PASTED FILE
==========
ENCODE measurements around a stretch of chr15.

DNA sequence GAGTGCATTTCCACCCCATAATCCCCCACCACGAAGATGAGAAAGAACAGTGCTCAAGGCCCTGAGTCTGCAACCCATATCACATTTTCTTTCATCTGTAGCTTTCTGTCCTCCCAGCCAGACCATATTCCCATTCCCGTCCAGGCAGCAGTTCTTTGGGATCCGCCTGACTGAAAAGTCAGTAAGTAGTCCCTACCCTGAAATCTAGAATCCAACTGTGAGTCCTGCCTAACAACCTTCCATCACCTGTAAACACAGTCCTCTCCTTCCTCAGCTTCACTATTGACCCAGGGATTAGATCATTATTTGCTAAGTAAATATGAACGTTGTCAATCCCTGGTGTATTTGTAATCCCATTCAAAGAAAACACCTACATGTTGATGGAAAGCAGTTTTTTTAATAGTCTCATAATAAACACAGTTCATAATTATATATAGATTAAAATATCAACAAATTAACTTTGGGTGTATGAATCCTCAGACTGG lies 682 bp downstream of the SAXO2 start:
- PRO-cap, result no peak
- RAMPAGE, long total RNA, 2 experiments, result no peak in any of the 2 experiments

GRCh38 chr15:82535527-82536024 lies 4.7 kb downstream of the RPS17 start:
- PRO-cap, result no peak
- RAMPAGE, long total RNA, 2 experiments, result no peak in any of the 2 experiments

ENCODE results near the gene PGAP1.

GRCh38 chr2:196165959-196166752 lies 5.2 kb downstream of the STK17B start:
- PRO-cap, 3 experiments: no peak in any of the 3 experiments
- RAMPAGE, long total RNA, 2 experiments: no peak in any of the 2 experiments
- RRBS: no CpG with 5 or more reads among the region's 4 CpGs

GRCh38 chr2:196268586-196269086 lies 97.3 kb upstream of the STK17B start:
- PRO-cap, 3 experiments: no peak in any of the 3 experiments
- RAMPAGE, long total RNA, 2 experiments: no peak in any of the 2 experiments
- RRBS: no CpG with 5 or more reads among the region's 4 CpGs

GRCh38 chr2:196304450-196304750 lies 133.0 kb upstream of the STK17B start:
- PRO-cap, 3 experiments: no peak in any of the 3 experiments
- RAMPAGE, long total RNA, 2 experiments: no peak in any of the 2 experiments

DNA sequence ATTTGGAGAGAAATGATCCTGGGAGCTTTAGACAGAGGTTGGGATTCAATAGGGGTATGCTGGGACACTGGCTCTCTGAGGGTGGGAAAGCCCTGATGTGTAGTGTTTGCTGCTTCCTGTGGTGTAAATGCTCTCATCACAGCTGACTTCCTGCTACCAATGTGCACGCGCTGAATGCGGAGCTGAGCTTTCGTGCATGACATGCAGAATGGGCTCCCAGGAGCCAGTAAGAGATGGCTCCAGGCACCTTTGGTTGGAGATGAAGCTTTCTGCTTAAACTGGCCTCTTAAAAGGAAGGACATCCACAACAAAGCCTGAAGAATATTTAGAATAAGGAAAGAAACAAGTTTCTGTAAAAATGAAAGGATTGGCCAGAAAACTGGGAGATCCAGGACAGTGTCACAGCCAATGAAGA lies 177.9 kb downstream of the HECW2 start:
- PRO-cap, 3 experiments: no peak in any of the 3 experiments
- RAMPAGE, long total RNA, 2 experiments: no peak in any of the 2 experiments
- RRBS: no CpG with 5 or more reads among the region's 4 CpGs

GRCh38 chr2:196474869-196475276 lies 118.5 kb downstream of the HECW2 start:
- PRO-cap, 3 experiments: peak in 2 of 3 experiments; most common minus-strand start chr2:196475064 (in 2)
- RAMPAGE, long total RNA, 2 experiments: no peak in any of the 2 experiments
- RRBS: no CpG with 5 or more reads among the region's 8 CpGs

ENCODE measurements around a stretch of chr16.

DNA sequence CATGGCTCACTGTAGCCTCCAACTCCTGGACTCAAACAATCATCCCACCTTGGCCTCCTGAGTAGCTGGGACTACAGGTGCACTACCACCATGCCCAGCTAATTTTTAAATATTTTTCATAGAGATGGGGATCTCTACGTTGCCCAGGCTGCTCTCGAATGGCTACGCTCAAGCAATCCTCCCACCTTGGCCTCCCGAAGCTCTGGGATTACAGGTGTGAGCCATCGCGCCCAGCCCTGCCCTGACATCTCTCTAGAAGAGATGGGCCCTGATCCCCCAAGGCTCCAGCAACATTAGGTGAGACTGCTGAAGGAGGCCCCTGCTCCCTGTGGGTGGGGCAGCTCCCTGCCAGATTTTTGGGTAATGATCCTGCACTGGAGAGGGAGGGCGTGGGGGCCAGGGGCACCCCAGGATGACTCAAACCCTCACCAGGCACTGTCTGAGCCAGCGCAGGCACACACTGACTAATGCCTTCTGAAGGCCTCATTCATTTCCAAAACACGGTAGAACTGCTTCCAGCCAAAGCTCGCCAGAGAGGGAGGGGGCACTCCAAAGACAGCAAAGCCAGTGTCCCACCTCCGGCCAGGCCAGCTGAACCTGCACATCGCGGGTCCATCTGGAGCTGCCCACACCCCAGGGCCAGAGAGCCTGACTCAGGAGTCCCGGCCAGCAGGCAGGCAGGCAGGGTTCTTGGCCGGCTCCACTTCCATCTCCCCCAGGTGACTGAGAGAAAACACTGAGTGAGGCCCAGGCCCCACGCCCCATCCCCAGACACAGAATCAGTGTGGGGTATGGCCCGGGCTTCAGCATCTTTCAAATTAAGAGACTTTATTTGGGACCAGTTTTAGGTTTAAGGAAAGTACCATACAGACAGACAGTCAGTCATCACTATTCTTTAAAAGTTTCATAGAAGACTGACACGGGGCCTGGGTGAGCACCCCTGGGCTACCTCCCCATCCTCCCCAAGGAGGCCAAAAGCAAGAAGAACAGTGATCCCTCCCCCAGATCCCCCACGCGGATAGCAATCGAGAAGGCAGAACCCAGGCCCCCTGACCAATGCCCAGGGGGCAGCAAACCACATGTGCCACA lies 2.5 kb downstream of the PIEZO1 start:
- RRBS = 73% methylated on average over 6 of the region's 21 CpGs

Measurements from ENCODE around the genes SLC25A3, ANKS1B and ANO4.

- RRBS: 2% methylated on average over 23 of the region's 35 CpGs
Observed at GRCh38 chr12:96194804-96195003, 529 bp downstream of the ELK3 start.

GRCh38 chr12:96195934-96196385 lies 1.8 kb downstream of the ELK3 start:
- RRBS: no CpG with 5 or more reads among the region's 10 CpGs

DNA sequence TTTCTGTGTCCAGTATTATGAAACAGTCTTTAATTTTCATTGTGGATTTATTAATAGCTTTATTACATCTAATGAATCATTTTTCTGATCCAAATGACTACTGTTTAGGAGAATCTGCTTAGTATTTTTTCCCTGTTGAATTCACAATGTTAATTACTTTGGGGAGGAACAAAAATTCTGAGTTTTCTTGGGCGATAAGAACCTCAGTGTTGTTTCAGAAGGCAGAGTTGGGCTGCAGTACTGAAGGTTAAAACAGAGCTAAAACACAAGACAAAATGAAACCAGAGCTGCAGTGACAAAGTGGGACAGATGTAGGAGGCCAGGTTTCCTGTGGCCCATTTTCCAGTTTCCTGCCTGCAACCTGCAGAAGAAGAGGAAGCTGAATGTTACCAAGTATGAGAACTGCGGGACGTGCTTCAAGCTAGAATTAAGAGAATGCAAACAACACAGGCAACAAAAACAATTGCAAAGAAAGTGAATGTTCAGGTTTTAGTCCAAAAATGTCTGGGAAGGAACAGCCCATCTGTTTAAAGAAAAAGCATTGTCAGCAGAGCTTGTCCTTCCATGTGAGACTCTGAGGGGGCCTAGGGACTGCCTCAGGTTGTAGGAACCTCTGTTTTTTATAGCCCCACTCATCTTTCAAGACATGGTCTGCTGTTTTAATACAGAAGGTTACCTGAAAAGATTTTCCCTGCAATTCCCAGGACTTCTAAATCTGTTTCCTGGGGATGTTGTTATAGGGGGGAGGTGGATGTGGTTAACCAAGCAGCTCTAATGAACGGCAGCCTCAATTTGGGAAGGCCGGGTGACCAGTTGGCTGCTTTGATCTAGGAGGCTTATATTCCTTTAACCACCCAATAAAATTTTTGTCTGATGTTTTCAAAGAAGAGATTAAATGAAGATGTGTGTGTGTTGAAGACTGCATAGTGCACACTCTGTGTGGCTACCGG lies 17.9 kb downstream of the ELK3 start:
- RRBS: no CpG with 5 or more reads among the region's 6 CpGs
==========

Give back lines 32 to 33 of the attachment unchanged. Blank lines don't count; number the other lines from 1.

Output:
- RRBS: 2% methylated on average over 23 of the region's 35 CpGs
Observed at GRCh38 chr12:96194804-96195003, 529 bp downstream of the ELK3 start.